A Term is Ending (2008-2012) - 21/08/2012
As president of ISPRS, during the closing ceremony at the Beijing Congress in 2008, I said that ISPRS should prioritise environmental monitoring and sustainable development. Looking back over the term 2008-2012, we have established several Working Groups on Environmental issues, with some good results. We have achieved the other priorities set at the beginning of my term too. These priorities, outlined in the preamble of the Society’s Strategic Plan which was approved at the centenary celebrations in Vienna, included
“To advance the photogrammetry, remote sensing and spatial information sciences through international co-operation in research, development and education for the benefit of society and for environmental sustainability.”
There are countless examples of the ISPRS’s commitment to international co-operation. We work closely with members of the Joint Board of Spatial Information Societies (JBGIS), the ICSU GeoUnions, UNOOSA, COPUOS, GEO and the UN initiative on Global Geospatial Information Management (GGIM). We have established especially close contacts with ICA, IAA, URSI and IUGG among others; this is reflected in the Scientific Program of the Melbourne Congress. Within the ICSU GeoUnions, we work closely with related organisations on common projects and have already completed two high-class ICSU-sponsored projects. Within GEO,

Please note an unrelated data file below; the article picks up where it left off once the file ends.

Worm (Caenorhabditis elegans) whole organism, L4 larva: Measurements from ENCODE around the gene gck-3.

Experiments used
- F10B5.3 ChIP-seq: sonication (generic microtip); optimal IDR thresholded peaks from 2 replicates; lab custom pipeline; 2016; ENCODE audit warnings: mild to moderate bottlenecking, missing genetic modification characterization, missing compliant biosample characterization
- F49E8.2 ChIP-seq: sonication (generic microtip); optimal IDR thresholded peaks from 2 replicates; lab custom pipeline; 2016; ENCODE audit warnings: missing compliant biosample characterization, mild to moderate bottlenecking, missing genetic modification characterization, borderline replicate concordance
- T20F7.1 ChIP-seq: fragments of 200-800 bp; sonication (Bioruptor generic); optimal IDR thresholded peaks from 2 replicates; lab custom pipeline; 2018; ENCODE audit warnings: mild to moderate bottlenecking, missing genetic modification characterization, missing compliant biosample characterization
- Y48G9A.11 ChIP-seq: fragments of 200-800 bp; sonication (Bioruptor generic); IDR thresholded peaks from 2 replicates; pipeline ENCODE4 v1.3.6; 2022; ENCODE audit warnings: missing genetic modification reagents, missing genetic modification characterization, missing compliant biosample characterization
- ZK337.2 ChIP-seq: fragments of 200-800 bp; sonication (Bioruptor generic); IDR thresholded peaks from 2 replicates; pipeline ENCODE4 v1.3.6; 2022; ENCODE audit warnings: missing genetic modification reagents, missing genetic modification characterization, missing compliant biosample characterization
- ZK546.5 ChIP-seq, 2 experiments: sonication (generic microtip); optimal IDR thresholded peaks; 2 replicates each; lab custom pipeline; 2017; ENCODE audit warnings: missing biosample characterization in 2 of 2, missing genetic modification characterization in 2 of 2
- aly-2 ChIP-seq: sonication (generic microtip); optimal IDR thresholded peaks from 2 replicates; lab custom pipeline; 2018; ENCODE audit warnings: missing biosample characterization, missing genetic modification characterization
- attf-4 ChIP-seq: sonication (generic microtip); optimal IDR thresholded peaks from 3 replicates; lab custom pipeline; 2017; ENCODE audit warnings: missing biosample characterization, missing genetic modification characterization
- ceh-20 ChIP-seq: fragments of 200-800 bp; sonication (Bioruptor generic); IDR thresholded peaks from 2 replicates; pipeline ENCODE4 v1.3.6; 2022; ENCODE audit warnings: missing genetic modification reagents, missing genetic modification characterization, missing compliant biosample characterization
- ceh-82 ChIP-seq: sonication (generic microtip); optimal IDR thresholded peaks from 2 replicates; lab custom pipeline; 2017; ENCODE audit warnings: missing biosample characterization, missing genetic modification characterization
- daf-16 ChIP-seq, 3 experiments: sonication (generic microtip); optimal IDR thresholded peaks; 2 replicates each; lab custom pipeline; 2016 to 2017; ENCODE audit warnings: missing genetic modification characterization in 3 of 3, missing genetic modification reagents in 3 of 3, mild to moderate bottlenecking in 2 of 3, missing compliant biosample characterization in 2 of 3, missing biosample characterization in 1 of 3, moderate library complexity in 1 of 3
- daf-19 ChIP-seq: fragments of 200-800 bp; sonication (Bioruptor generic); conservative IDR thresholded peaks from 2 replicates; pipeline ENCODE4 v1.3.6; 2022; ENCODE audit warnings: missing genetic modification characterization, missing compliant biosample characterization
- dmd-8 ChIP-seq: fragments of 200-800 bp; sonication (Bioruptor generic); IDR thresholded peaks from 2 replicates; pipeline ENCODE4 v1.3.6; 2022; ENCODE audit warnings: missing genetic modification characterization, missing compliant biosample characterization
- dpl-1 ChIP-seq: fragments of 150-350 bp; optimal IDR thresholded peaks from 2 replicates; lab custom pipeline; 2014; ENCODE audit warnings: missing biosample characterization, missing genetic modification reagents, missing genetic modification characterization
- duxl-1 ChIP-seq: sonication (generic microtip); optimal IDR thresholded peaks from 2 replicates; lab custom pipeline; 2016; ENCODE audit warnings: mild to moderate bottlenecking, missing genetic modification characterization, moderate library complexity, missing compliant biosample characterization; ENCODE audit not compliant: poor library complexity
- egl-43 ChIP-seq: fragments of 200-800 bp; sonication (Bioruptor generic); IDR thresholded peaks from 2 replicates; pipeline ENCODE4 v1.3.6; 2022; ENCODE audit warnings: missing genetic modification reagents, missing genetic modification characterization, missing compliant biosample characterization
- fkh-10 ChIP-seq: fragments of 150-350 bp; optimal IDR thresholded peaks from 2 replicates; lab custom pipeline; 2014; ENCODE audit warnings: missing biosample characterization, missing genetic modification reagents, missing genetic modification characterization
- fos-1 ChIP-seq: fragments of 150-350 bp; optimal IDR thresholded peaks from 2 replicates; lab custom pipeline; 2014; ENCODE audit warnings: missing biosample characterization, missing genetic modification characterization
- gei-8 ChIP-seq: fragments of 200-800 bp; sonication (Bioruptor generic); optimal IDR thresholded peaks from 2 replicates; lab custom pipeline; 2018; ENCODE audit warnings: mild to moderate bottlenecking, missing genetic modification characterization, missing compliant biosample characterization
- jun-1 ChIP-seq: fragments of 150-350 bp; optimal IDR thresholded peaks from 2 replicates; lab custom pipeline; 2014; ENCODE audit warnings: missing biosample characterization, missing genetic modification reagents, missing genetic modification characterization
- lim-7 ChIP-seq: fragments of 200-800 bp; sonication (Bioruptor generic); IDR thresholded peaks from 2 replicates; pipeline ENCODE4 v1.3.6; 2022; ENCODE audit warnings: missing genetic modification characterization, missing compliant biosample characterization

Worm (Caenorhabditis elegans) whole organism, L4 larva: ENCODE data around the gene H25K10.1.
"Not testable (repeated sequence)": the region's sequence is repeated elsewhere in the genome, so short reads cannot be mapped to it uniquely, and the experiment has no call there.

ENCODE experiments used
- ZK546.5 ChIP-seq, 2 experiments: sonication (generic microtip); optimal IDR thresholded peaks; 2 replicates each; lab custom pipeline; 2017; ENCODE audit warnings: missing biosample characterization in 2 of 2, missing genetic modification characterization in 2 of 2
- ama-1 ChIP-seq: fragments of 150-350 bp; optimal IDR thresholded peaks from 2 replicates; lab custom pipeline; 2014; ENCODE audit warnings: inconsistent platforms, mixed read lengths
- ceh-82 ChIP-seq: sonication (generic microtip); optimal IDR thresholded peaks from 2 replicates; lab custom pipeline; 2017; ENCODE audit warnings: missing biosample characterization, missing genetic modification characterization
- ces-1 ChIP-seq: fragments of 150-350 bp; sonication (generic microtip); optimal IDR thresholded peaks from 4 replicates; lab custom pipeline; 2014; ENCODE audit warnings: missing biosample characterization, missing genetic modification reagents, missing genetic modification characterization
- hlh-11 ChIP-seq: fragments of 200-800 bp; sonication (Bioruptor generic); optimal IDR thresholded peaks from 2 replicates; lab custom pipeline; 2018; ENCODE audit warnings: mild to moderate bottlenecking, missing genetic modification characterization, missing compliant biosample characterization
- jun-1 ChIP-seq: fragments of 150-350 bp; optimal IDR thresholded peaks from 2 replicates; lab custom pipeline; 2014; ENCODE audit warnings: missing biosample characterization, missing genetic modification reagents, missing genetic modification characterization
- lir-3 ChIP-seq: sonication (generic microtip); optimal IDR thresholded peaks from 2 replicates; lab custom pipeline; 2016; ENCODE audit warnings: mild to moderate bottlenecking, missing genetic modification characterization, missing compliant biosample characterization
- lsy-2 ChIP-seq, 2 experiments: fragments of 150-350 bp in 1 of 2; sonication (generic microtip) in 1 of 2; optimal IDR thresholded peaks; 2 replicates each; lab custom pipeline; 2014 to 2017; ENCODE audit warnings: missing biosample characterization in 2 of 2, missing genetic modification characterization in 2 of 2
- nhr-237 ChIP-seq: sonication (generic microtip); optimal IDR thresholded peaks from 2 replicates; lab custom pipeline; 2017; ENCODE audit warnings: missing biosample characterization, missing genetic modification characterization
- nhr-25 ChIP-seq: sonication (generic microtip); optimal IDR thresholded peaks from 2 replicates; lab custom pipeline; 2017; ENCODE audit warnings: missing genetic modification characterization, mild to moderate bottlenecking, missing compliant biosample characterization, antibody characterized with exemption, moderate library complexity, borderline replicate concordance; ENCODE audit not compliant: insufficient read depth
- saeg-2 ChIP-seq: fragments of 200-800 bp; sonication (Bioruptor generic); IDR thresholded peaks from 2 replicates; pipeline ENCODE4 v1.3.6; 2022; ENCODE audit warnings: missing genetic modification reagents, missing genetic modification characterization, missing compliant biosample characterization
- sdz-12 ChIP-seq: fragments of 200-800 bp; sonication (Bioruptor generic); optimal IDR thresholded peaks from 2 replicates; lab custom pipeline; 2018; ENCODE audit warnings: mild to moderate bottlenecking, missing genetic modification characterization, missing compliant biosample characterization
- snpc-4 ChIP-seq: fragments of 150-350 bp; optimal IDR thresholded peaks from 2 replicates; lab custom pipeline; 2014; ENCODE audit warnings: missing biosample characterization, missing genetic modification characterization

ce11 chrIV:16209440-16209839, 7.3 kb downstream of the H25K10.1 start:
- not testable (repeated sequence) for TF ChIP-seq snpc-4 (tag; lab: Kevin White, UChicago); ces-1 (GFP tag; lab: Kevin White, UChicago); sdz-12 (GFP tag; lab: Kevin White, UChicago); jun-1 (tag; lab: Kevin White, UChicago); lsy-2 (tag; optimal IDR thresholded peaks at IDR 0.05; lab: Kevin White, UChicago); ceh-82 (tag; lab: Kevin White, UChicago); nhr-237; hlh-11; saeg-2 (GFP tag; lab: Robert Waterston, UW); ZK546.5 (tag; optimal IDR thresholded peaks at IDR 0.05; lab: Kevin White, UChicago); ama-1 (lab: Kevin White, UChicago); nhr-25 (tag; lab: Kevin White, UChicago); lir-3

we worked in different bodies and contributed to the Strategic Plan.
We are a very active Society in UNOOSA and COPUOS, and we have finished a joint project together with UNOOSA and JBGIS, publishing the Best Practices Booklet On Disaster and Risk Management. Another common project is in progress to produce a publication on ‘The Value of Geo-Information’ for Disaster and Risk Management (VALID). Together with UNOOSA, ISPRS organises a conference series on ‘Applications of Socio-Economic Benefits’. ISPRS also co-operates with the UN initiative on Geospatial Information Management (GGIM) office to survey the current status of mapping and map-updating in the world. We have organised several capacity-building workshops in Africa in collaboration with IEEE, UNECA and the US Department of State. We are planning more workshops with ICA. In South America, we worked with SAF, the photogrammetric service in Chile, to organise LARS, the Latin American Remote Sensing conference.
Last year, having been nominated by the Geo-Union cluster of ICSU, I was elected to the Executive Board of the International Council for Science (ICSU) at its 30th General Assembly held on 30 September 2011 in Rome. This marked a major step, since it is the first time that an ISPRS officer has been elected as
a member of ICSU Executive Board.
ISPRS has become one of the leading international institutions in geospatial sciences. We have achieved this due to the continued involvement of many people in different regions of the world. On behalf of the ISPRS, I want to thank them all for their ongoing support.
I hope that they will continue to participate in all ISPRS activities as before. At the end of my term, it just remains for me to say that we were a good team at the ISPRS Council together with the Technical Commission Presidents, and I am sure this will also be apparent at the Congress.